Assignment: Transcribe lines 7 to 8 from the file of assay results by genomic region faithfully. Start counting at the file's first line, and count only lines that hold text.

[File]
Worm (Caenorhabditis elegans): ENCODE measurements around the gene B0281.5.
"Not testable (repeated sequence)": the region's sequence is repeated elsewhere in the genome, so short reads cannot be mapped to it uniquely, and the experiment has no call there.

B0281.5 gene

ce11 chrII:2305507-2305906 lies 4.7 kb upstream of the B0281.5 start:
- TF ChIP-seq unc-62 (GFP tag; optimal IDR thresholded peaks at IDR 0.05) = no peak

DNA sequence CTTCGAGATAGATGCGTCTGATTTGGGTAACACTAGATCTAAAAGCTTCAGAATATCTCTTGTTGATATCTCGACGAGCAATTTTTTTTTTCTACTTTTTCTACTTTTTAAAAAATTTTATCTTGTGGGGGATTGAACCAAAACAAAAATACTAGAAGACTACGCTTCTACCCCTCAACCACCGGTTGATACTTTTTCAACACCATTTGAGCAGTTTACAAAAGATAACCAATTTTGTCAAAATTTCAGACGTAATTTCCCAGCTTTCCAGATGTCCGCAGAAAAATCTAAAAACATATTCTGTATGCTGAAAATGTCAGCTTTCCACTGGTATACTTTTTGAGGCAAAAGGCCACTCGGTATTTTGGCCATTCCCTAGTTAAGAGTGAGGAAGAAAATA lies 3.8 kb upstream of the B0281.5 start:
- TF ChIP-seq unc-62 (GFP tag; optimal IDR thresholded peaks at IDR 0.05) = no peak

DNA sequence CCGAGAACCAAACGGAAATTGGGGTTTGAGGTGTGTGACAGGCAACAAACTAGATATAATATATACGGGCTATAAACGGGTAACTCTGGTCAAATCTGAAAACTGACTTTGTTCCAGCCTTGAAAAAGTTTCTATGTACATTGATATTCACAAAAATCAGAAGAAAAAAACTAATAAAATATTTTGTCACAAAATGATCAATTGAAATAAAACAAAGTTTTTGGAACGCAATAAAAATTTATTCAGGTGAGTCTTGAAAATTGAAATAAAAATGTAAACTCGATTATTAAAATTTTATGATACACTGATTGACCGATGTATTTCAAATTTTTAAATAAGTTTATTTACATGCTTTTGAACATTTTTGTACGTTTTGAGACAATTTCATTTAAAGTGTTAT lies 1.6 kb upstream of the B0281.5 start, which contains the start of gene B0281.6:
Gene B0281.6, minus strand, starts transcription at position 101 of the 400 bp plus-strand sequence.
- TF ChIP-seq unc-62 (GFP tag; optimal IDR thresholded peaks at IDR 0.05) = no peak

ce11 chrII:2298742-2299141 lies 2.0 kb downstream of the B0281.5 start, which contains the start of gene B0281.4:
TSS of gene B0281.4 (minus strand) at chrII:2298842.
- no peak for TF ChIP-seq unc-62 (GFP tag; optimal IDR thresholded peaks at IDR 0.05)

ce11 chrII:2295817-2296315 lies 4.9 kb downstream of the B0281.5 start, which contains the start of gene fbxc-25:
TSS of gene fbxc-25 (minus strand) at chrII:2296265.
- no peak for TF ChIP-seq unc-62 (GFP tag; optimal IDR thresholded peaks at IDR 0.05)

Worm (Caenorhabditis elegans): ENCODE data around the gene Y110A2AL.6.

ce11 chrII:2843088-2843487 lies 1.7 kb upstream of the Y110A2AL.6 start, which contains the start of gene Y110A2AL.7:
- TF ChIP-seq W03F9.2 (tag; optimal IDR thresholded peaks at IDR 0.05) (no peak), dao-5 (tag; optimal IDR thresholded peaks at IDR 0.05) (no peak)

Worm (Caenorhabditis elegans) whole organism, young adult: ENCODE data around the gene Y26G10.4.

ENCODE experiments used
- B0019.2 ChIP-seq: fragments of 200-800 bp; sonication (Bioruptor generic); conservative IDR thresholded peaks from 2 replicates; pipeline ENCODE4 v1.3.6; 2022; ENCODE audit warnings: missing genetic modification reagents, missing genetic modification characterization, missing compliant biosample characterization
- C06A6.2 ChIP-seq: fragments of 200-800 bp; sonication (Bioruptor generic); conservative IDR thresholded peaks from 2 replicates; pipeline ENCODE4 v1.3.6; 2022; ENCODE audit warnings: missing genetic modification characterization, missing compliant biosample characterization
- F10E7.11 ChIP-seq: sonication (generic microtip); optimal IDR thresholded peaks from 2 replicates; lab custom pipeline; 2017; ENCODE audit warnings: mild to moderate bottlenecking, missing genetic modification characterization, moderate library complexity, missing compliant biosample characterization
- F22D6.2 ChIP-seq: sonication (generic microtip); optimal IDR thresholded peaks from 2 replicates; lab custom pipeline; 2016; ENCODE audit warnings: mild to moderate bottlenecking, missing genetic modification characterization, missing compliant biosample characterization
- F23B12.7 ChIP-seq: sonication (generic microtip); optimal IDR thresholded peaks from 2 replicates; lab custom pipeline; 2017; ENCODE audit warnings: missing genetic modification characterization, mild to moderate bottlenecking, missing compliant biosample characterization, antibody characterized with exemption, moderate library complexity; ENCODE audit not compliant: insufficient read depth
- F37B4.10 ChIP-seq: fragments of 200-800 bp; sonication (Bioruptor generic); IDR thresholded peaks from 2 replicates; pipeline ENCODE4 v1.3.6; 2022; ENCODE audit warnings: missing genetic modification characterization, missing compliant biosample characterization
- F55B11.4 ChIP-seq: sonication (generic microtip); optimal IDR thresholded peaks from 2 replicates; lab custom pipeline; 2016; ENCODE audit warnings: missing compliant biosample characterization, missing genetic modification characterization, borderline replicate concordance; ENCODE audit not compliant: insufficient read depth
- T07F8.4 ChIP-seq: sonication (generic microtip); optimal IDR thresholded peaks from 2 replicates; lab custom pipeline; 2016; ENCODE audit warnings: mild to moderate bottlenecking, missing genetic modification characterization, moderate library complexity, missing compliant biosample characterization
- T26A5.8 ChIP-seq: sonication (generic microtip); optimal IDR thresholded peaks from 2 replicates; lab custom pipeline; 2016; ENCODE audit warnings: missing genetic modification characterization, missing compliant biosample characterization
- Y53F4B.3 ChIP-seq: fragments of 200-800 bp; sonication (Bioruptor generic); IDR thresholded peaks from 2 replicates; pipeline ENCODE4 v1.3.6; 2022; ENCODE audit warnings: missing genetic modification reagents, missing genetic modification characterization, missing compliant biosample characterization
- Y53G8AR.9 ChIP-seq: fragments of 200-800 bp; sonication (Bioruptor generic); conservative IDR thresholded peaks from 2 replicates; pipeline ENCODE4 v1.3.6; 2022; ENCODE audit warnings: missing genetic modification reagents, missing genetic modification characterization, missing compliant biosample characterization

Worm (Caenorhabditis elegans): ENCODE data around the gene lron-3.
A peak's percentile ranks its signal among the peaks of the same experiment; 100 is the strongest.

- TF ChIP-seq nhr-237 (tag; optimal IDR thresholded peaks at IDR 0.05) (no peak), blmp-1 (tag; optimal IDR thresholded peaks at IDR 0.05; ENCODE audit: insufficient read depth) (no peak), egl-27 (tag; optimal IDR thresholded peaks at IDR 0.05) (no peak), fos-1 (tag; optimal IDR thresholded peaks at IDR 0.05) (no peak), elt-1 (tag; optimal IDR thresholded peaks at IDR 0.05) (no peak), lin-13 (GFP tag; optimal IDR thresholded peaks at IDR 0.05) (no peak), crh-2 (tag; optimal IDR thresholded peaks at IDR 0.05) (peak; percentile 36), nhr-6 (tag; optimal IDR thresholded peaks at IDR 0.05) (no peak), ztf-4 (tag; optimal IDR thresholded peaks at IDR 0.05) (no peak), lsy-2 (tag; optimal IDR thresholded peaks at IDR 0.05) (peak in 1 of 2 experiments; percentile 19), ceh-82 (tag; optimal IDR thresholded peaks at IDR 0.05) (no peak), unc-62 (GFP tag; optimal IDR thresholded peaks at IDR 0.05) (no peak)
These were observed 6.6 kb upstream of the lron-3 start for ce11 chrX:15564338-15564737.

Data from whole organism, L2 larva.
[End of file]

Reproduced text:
- TF ChIP-seq unc-62 (GFP tag; optimal IDR thresholded peaks at IDR 0.05) = no peak

DNA sequence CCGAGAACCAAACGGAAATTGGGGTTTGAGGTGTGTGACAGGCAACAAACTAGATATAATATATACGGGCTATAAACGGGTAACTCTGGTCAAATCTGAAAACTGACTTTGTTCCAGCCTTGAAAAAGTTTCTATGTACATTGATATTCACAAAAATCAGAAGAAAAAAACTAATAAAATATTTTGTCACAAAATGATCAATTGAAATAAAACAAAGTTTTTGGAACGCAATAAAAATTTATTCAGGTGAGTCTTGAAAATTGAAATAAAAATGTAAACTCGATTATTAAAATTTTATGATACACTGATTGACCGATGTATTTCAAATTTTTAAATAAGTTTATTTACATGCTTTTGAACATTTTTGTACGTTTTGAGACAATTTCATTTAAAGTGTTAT lies 1.6 kb upstream of the B0281.5 start, which contains the start of gene B0281.6: